Johnson, Proffitt and Carrollton
Marker Title: Carlton-Johnson-Proffitt Grave
Address: US 380, West of Newcastle
Year Marker Erected: 1936
Marker Location: US 380, 8 mi west of Newcastle, Roadside
Marker Text: In memory of Patrick Euell Proffitt, Rice
Carlton, and Rueben Johnson, three 19 year old boys killed in one of
the Elm Creek Indian raids, July 17, 1867.
Marker Title: Common Grave
Address: US 380 West of Newcastle
Year Marker Erected: 1966
Marker Location: US 380, 8 mi. W. of Newcastle; In Proffitt Cemetery.
Marker Text: Three youths slain by Indians in an Elm Creek raid,
July 17, 1867: Rice Carlton, Age 19; Reuben Johnson, born 1847, son
of J. Allen Johnson; Patrick Euell Proffitt, born March 7, 1848, son
of Robert S. Proffitt. John Proffitt, a brother, was donor of cemetery
Marker Title: Proffitt Cemetery
Address: US 380, W of Newcastle
Year Marker Erected: 1990
Marker Location: From Newcastle, take US 380 about 8 mi west
to Roadside Cemetery.
Marker Text: Members of the Robert Smith Proffitt family came
to this area about 1862 and established homes. A son, John Proffitt
(1846-1925), amassed large land-holdings and built a gin and other businesses.
The developing community was named Proffitt. At its height it boasted
homes, a post office, school, retail businesses, a Methodist church,
and Baptist church. On July 17, 1867, three young men were killed in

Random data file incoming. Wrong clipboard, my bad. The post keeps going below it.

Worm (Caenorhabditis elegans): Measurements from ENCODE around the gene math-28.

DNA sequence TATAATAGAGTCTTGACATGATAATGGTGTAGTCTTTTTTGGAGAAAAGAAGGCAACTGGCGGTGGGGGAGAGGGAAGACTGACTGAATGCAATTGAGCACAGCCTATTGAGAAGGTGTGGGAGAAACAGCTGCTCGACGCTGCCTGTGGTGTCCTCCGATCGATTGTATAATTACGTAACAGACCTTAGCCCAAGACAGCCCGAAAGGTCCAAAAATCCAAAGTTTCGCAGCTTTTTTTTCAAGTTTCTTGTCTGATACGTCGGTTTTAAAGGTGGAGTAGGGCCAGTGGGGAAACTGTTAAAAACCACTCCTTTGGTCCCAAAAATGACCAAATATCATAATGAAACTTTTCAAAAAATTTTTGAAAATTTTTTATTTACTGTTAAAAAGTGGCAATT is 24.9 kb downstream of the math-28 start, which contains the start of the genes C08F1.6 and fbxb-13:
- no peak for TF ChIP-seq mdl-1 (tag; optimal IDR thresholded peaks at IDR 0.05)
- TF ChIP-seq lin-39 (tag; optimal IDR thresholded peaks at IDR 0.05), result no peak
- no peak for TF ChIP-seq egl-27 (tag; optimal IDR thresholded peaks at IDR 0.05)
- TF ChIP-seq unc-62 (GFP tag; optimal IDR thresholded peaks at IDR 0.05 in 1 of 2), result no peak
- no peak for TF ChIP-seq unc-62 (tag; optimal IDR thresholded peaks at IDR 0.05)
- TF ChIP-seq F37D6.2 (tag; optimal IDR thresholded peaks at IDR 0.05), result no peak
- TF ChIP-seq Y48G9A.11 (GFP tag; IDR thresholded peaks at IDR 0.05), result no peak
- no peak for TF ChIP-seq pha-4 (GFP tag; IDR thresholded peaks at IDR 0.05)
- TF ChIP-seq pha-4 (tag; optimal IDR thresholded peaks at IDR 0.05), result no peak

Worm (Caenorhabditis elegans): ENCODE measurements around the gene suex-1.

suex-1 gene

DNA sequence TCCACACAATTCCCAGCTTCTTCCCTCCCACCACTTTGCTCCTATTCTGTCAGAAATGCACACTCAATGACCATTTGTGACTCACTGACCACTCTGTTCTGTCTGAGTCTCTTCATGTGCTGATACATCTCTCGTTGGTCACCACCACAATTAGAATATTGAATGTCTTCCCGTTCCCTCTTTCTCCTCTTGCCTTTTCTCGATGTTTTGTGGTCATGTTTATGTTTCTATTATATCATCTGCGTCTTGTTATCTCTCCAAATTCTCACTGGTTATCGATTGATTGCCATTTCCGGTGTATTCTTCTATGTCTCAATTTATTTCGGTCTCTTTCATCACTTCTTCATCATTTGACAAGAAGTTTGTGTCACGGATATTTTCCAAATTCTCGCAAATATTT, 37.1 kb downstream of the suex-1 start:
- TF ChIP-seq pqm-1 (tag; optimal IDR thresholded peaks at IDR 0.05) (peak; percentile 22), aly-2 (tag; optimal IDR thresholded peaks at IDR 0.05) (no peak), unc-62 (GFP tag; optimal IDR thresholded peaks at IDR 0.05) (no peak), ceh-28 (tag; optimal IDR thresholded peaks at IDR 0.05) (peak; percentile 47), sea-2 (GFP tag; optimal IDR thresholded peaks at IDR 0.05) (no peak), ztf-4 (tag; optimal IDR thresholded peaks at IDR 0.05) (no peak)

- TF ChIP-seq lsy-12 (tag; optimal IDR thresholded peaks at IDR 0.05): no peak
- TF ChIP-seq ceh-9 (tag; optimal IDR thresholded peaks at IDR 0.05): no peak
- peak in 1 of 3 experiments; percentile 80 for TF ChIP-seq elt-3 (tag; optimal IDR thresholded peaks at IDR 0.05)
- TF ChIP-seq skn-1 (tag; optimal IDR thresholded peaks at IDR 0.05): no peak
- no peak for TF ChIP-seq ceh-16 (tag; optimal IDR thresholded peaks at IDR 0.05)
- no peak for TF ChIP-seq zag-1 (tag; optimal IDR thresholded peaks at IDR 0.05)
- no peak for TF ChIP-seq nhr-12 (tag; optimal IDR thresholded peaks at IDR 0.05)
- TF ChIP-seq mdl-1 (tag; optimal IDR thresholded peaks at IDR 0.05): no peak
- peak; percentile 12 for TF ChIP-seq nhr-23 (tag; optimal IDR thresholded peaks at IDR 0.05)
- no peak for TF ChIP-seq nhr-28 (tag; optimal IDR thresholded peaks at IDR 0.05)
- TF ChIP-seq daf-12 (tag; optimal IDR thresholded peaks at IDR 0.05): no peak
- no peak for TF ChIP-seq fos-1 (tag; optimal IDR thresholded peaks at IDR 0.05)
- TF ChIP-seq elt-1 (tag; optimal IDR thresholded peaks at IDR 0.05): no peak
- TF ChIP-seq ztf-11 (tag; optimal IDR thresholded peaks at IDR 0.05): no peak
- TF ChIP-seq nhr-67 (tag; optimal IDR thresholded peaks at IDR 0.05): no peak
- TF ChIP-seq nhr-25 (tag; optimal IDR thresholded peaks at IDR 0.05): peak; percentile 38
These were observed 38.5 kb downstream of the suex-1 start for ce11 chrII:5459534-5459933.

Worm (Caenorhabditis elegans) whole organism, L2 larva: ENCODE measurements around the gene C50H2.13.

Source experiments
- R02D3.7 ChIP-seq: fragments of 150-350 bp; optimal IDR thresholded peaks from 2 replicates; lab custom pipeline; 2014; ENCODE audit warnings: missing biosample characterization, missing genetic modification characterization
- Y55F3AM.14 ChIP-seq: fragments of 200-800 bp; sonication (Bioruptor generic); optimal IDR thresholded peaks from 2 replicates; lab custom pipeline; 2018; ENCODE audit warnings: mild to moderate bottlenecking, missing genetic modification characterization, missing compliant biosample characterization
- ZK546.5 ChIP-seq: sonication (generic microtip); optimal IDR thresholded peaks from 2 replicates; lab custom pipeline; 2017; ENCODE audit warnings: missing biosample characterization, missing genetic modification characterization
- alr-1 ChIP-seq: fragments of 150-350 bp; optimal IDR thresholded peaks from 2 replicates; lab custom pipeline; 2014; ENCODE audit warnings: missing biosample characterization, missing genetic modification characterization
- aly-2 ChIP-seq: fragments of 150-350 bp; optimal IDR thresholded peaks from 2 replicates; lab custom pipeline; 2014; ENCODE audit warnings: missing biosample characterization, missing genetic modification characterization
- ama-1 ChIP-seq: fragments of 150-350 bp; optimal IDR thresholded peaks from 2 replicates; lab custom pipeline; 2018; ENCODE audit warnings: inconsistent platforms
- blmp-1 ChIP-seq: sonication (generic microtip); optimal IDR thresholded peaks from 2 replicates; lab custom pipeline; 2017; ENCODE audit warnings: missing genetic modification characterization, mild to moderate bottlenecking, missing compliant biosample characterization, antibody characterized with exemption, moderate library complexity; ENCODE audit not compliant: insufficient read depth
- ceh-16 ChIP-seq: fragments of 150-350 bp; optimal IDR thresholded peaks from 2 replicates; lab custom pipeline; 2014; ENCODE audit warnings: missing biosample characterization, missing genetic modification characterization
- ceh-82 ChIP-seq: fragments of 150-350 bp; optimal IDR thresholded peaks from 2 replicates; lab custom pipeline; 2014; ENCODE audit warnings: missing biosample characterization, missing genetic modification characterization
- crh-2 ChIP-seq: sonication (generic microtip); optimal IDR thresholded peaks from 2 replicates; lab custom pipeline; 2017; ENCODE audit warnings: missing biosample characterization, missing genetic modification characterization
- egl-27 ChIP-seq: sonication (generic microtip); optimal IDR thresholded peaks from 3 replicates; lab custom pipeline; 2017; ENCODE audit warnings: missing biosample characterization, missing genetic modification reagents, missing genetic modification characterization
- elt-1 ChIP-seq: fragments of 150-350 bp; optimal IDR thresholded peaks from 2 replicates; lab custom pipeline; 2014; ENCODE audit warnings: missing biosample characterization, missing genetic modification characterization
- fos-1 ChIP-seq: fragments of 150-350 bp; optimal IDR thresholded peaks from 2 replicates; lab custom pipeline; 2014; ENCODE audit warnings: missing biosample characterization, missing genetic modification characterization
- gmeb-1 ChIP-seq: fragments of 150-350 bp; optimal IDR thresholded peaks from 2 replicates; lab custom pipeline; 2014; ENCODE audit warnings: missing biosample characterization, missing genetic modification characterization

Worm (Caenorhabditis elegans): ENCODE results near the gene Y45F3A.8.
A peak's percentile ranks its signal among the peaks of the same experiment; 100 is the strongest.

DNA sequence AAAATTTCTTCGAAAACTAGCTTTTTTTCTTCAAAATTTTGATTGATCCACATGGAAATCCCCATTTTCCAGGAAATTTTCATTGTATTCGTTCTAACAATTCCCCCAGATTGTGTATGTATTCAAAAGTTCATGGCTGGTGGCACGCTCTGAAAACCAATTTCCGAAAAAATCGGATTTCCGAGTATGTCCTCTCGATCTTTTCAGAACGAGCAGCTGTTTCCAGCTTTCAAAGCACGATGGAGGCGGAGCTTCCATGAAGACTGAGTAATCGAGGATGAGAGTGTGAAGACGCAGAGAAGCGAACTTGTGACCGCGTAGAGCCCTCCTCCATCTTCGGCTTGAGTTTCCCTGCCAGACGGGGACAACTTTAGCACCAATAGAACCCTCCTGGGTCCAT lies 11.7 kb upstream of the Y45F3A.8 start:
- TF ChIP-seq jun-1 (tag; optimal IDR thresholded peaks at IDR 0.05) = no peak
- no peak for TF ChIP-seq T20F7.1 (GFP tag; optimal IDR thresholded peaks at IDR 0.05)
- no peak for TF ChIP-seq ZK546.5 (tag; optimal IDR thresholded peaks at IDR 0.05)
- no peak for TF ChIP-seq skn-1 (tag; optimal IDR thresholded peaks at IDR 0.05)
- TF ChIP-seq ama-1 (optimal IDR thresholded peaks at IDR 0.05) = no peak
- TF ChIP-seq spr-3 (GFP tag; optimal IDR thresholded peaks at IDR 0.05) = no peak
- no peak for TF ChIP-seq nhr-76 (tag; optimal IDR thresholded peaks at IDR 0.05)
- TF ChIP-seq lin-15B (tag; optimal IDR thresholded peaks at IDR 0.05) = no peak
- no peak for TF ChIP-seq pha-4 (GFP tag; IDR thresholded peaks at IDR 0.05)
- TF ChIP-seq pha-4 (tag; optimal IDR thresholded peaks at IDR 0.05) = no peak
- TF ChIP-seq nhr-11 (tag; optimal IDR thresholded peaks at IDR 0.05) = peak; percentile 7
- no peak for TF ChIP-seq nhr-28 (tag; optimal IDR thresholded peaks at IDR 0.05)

an Indian raid near this site. They were buried in a common grave on
John Proffitt's land about one mile south of town. Theirs was the first
burial in the community graveyard which became know as the Proffitt
Cemetery. The cemetery contains both marked and unmarked graves of area
pioneers. The numerous interments of infants and children illustrate
the often harsh conditions of frontier life. The largest number of burials
occurred in the years between 1910 and 1920, and include many victims
of the World War I-era influenza epidemic. Also buried here are veterans
of the Civil War, World War I, and World War II. Maintained by a cemetery
association, this historic graveyard stands as memorial to Young County
Reuben Johnson, Ewell Proffitt, and Rias Carrollton, were branding
cattle at the old Fitzpatrick Ranch, where the Indians made their
early appearance during 1864. About ten o'clock in the morning, July
17, 1867, seventy-five Indians came dashing toward them. The boys
succeeded in retreating about three-fourths of a mile, but the young
men were soon killed. The raid is often mentioned as the "Elm
Creek Raid Number Two," because it resembled in many respects,
the Big Young County Raid, of 1864.
After the killing of Reuben Johnson, Ewell Proffitt and Rias Carrollton,
five Indians appeared at the Hamby Ranch, and encountered Roland Johnson,
Jno. H. Cochran, and Tom Hamby. When these citizens presented their
guns, the Indians dashed away, but succeeded in driving off Hamby's
horses. Rolland Johnson's family ran down and hid in the same cave
that protected them during the Big Young County Raid, of 1864. After
causing considerable excitement and stealing several horses, the savages
withdrew, leaving the dead bodies of Reuben Johnson, Ewell Proffitt
and Rias Carrollton, as a token of peace, and confirmation of the
many treaties they had made.
Note: Author personally interviewed: Mann Johnson, Henry Williams,
J. B. Terrell, J. M. Peveler, John Marlin, and others, who lived on
this section of the frontier at the time.
The above story is from the book, The West Texas Frontier, by
Joseph Carroll McConnell.